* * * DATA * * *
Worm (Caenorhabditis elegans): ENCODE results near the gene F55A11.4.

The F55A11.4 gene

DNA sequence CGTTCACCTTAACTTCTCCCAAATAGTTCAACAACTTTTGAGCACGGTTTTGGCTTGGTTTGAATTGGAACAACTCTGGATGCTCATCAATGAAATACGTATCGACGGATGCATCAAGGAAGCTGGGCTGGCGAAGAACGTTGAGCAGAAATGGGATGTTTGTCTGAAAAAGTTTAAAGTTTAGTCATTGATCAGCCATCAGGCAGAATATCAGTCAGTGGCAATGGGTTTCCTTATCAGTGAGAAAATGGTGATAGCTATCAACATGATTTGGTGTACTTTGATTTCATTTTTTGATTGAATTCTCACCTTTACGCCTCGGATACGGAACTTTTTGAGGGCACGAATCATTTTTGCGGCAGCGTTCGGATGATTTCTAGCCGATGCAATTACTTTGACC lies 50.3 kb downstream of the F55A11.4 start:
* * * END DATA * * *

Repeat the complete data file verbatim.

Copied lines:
Worm (Caenorhabditis elegans): ENCODE results near the gene F55A11.4.

The F55A11.4 gene

DNA sequence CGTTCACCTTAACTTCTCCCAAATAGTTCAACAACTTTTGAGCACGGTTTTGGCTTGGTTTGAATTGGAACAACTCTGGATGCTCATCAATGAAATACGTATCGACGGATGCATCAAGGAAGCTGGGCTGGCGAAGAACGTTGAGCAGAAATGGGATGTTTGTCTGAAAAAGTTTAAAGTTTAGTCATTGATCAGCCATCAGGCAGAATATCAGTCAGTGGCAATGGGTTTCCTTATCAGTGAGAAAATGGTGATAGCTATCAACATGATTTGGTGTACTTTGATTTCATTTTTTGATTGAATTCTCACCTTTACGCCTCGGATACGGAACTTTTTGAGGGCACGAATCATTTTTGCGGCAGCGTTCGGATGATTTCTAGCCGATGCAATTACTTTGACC lies 50.3 kb downstream of the F55A11.4 start: